This is the Essential Wooden Ring Making Tools List, and in this post you will learn exactly what tools you need to be successful as a ring maker. Thankfully, you don’t need a lot of tools, but there are some that make the process a lot easier. Enjoy.
Wooden Ring Woodworking Tools
Thankfully, most of the tools you need to make wooden rings are already common woodworking tools. This is really a good thing. Tools are not cheap, and specialty tools are really expensive.
Since wooden rings are a woodworking project, regular woodworking tools will do the job in most cases. However, since you are making a specialty product, the couple tools you need to make the process easier are important to have.
These tools will not only make your rings fit better, sell better, and look better, they will also make your process a lot smoother. You will have less frustration, less stress, and a much more enjoyable ring making experience.
Here is the list, and each one is fully explained later in the post.
Ring Making Tool List:
- A Ring Sizing Mandrel
- A Set of Forstner Bits
- Small Saw, Powered or Non-Powered
- Wood Files
- Belt Sander or Sanding Block/Sticks
- A Lathe
- Expanding Ring Mandrel for the Lathe
- Lathe Chuck with Pin Jaws
- Carbide Lathe Tools or HSS Lathe Tools
The Ring Sizing Mandrel
There is one big thing that influences whether or not someone will wear a wooden ring that you make for them. That’s the fit. If the ring fits poorly, it will never come out of the jewelry cabinet, no matter how well it was made otherwise.
For this, you need a reliable way to measure the size of the rings you make, and this essential ring making tool is called a ring mandrel. Ring sizes are not normal measurements in inches or millimeters. That would be too easy.
No, ring measurements are in numbered sizes in America, and they are expressed differently in other countries. Wherever you plan on selling your wooden rings, buy a mandrel that is graduated for that area of the world.
The side of the mandrel will have markings that indicate the size of the ring on that part of the shaft. All you do is slide the ring down the mandrel until it stops, and you take your measurement right there.
Forstner Bits in Common Ring Sizes
In order to drill your rings to the right size, you will also need a set of reliable drills that leave clean holes. Thankfully, the Forstner bit has you covered. These bits are not expensive, and you can get a set for a great price online.
The advantages of a Forstner bit are many. It’s these differences that make them superior to any other type of drill.
Especially if you have not bought any drill bits yet, and need some specifically for making wooden rings, then don’t waste a penny on anything else. You need these bits, and they will not let you down.
Why Use Forstner Bits for Ring Making:
- Forstner bits leave clean holes that are very smooth on the inside. This means less sanding inside the ring, which is a chore due to the small space.
- These bits also don’t break the fibers nearly as much on entry and exit as other drills, which means you will lose less blanks due to damage.
- Since they come in so many sizes, you can typically find something very close to your needed size, and for a low price too.
- Forstner bits are self clearing, so they won’t heat up as easily and possibly weaken the glue on your laminated blanks.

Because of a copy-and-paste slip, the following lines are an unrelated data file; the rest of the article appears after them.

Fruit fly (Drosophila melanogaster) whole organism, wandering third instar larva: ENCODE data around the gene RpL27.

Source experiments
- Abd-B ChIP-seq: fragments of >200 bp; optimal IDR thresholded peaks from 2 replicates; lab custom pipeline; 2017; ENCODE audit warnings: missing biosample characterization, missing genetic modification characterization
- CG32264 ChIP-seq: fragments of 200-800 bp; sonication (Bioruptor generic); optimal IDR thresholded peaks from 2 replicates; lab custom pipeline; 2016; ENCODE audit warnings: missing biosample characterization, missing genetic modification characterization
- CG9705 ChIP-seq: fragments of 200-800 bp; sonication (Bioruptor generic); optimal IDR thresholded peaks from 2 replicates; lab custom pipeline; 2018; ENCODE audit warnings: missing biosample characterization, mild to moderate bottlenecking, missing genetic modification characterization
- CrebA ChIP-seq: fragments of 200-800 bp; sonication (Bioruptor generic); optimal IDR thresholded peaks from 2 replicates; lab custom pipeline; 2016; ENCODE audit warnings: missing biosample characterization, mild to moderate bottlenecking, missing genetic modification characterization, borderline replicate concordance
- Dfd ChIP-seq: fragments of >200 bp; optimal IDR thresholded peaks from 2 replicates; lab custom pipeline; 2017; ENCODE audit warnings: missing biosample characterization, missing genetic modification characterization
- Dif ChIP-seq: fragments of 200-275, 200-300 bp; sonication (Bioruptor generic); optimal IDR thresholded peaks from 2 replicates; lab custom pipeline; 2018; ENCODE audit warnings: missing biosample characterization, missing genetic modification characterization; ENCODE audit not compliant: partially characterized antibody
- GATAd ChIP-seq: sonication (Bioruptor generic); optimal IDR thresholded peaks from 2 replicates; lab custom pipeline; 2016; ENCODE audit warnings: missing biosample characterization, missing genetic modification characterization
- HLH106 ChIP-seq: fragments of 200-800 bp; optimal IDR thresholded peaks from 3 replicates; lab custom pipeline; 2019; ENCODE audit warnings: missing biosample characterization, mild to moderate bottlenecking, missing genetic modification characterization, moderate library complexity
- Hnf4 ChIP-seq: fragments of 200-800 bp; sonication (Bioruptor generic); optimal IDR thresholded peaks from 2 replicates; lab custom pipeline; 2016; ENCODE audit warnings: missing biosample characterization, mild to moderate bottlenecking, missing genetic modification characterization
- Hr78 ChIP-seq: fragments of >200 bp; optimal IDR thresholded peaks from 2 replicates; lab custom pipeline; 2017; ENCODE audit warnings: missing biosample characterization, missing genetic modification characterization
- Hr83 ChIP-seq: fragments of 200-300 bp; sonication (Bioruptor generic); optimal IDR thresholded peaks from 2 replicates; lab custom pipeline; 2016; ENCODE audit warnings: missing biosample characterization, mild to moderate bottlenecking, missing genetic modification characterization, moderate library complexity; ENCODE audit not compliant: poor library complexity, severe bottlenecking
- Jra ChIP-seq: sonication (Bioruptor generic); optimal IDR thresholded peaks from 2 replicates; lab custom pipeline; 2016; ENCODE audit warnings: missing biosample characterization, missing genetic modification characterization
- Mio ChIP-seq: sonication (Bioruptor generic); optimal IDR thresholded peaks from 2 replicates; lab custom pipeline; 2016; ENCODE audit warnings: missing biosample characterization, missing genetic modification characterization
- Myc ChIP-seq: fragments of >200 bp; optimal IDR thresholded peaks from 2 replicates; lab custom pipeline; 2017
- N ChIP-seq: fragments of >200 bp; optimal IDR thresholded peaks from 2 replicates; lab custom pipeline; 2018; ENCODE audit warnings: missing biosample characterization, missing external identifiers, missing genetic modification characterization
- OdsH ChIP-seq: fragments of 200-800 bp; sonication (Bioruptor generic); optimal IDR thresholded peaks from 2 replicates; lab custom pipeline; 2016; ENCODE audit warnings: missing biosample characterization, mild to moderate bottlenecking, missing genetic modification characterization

With all of those advantages, and the low price, you can’t go wrong with these bits. Plus, they last a long time, especially when you are using them to make rings. Get a couple that are close to the common ring sizes, and you will be all set.
The drill you use can be anything from a simple corded drill to a drill press. The bits are far more important than how you make the hole. Even a beginner can drill a nice, straight hole with a good Forstner bit.
A Saw for Removing Waste from the Blanks
When you create your blanks, they will all be oversize. The blank is the piece of wood or lamination of several that you use to make rings. Typically these are rectangle shaped, and good enough for several rings.
When you drill all of your holes, you then have to cut them apart for more shaping. The easiest way to do this is with a band saw. However, if you don’t have or will not buy a band saw, then just use a coping saw instead.
The saw is great for separating the blanks, as well as removing the excess waste. The shape of your blanks is going to be odd when you cut them all free. After that happens, you can use the same saw to trim them down even farther.
The more you trim, the easier it is when you switch to the lathe, or switch to files and sandpaper by hand. If you are using the hand shaping method, the more you can remove with the saw, the more enjoyable your sanding experience will be.
Wood Files for Rough Shaping
Another great tool for ring making is a wood file. Wood files are made from metal, and they have teeth on them that remove wood. They are more aggressive than sandpaper, and they remove material quickly.
As a non-power tool, files are awesome for shaping your ring. The more you can do with files before going on to sandpaper, the better. It’s much easier to use a file than sandpaper, and the file works harder for the same amount of effort.
When you file your ring, do as much of the shaping as possible before switching to sandpaper. The more you do at this stage, the easier the sanding stage will be. That’s huge, because most people give up at the sanding stage.
Belt Sander or Sanding Block/Sticks
After you saw off the waste, you now need to rough shape the ring as close to round as possible, and that’s where a belt sander is a huge help. If you do not have a belt sander, or powered sander, then you can use sanding blocks or sanding sticks.